The tube ER that is shown is preferably pulse driven. This results of necessity if it is used for the X-ray pre-ionization of a gas layer that is similarly pulse driven. The current density of the pulsed electron beam E, having a retardation at the X-ray target 1 which leads to the emission of the X-ray radiation X, typically amounts to from 5 to 10 A/cm2 at a voltage of 60 to 120 kV maximum. The formation of a charge carrier avalanche is initiated by application of a starting or igniting voltage pulse to the starting or igniting electrode 11, which is clamped between the two wall surfaces g5, g6 by means of suitable lead-throughs that are high voltage-proof. An electrical field is formed around the wire starting or igniting electrode 11. Under the influence of the electrical field and because of the ambient radiation, the electrons that are present are forced onto a long path in the form of spiral tracks 14 and thus ionize gas atoms when they collide with them. Electron avalanches form, and these lead to initiation of the wire discharge, with the formation of a low-pressure plasma. The low-pressure plasma is formed of positive ions and electrons in the form a space-charge cloud, with the formation of charge carriers being further supported by the fact that the positive ions, which strike the projecting electrode beads 9, 10, strike other electrons (secondary electrons) off the projecting electrode beads 9, and these move once again to the starting or igniting electrode 11 in spiral tracks, and so on. The main component of the positive ions is extracted from the low-pressure plasma in the direction of the greatest field gradient, i.e., as is shown by the arrows i+, towards the hollow cathode K and is accelerated in this direction. If they strike the inner surface of the hollow cathode K, they strike secondary electrons therefrom. As has been discussed above, the low-pressure plasma has the property of shielding the powerful field of the hollow cathode K. The negative electrode potential of the cathode base attracts the positive ions and repulses electrons. There is thus an area of high ion density in the vicinity of the hollow electrode. The space charge of the positive ions i+ practically neutralizes the field of the hollow cathode and delimits it from the plasma space. The density of the ion flow i+ to the hollow cathode K is practically independent of the voltage that is applied. The number of ions that pass through the space-charge area into the acceleration field of the cathode base kO is determined by the flow density of the wire discharge of the starting or igniting electrode 11. The distance d that exists between the hollow cathode K and the space-charge limit of the low-pressure plasma has been inserted as an example, and greatly simplified, in order to clarify further processes. In reality, this is a curved line or a curved boundary surface that is not fixed. The acceleration of the positive ions i+ in the direction of the hollow cathode K and of the secondary electrons away from the hollow cathode K takes place in this area. The accelerated secondary electrons e' move at such a speed that they fly through the low-pressure plasma within the plasma space 3 and then strike the X-ray target 1 as the electron beam E, from the outer side of which the X-ray radiation is given off. The intensity and spectral energy distribution of the X-ray (retarding) radiation are selected with the objective of sufficient pre-ionization density in the laser gas if the tube ER is to be used for this purpose.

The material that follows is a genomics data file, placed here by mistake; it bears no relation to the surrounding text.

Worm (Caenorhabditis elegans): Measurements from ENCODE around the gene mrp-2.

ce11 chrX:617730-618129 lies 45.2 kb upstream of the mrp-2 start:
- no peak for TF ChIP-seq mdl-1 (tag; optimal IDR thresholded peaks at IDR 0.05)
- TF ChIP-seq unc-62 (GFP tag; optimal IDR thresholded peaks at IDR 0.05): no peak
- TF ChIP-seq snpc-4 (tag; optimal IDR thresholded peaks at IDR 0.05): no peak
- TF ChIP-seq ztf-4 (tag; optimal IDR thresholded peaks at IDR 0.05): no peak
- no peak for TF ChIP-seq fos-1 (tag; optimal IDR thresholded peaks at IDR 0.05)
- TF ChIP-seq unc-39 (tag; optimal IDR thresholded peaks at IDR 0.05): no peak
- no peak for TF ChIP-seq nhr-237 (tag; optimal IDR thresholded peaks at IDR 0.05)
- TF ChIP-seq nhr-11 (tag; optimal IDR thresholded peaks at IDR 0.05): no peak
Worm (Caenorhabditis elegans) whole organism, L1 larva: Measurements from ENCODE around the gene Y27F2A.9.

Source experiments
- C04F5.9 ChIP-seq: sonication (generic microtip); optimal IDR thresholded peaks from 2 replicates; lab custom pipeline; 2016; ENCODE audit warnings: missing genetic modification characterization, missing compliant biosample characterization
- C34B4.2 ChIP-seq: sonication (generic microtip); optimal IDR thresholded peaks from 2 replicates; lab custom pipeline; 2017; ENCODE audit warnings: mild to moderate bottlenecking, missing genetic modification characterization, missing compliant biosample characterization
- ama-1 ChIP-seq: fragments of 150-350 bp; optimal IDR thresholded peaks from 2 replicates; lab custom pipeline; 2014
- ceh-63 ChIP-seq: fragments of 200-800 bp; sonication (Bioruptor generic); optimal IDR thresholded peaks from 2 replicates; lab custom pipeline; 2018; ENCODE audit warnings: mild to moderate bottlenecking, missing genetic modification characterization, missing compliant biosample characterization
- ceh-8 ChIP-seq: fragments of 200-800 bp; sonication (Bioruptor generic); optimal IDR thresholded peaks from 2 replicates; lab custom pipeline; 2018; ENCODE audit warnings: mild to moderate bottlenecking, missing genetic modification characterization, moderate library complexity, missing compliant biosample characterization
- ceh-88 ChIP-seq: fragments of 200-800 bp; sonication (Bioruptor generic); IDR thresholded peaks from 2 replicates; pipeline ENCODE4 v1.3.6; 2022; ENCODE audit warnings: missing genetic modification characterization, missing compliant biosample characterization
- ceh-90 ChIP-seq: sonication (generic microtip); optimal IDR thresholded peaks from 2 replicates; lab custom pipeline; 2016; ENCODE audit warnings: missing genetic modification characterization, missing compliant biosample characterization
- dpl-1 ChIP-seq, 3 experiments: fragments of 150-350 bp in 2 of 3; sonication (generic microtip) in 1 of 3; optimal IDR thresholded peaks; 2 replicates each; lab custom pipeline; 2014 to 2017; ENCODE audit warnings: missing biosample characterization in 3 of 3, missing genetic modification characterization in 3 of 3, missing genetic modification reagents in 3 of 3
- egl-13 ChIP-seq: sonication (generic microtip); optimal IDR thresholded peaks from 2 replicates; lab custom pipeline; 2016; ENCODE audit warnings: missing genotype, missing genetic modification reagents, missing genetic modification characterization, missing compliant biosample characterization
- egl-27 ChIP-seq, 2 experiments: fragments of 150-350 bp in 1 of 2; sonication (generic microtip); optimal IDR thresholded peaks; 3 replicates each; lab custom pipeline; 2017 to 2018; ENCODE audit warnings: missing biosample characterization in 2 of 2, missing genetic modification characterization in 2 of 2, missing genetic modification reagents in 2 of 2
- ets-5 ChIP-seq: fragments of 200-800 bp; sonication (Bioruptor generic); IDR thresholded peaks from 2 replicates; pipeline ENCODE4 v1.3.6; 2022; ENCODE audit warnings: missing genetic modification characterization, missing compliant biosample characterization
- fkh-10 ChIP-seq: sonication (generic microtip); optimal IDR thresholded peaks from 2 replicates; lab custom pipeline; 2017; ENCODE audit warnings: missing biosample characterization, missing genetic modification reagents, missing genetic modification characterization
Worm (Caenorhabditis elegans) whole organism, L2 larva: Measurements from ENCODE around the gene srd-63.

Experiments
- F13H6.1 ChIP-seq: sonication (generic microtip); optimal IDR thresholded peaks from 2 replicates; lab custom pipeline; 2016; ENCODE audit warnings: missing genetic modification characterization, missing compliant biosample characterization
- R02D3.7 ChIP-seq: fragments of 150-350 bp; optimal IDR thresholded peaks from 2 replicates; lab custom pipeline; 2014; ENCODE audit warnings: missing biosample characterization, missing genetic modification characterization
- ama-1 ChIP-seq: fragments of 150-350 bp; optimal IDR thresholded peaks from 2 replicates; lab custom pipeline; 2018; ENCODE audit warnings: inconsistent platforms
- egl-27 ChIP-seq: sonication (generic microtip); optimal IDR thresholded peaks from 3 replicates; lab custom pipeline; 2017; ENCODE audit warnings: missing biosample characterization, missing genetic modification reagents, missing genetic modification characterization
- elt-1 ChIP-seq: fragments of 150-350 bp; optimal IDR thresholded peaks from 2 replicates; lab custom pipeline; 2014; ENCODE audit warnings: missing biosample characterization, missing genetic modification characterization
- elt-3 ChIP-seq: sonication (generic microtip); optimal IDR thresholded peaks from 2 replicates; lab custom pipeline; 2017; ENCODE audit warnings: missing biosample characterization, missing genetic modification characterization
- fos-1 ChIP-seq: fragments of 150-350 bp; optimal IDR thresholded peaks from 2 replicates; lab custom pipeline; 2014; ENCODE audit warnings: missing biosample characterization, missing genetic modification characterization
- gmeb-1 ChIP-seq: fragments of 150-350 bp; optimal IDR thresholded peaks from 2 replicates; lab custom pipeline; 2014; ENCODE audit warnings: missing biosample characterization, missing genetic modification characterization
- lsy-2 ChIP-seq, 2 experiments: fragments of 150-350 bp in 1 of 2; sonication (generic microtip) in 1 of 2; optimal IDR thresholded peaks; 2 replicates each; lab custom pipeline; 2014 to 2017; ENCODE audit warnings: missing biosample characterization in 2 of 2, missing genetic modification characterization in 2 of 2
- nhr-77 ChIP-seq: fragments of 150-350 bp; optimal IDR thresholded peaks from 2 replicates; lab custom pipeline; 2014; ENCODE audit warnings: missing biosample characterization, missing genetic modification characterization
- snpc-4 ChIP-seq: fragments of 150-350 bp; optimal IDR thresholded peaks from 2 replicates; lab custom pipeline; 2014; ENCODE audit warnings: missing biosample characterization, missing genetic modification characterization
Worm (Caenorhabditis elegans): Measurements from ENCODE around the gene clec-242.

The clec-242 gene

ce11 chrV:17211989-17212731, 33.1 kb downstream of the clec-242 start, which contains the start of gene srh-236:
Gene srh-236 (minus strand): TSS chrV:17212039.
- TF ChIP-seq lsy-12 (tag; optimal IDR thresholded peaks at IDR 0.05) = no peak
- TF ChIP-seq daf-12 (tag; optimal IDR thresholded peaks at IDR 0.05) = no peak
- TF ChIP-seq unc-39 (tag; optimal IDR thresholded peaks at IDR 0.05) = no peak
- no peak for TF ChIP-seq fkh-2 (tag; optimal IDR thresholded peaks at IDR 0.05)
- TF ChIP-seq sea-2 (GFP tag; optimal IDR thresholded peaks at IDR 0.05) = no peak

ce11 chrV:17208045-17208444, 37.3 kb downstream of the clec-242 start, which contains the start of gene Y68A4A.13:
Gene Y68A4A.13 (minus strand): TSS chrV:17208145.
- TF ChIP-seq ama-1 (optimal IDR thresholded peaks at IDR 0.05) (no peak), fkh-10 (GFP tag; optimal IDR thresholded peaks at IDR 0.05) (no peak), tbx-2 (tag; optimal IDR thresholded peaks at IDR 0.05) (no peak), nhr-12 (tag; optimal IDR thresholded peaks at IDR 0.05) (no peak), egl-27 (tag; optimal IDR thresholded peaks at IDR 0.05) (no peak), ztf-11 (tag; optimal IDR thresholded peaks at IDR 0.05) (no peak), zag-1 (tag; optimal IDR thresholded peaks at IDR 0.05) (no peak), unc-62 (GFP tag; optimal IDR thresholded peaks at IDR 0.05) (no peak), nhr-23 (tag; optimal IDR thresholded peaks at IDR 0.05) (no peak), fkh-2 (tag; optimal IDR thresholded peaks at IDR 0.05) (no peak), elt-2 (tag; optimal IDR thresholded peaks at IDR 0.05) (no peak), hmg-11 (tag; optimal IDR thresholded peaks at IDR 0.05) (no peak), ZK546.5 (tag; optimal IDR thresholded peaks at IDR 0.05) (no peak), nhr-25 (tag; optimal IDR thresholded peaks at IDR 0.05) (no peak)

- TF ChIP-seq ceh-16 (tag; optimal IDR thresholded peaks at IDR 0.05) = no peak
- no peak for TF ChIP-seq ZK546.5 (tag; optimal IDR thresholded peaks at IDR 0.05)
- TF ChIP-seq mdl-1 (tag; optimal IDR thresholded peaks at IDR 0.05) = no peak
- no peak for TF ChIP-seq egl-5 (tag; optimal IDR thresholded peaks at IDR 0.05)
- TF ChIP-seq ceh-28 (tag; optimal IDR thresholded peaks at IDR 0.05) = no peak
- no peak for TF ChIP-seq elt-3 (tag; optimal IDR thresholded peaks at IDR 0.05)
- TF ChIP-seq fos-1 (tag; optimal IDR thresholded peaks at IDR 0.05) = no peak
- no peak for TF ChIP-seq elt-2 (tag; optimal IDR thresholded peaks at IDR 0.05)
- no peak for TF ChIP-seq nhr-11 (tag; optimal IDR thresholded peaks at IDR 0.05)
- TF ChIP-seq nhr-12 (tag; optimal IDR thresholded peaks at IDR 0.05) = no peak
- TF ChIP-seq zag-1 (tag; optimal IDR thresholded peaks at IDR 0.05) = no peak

FIG. 2 shows the curve of the voltage pulse U(Z) and of the current pulse I(Z) at the starting or igniting electrode 11. The start delay time is dependent on field strength and gas pressure.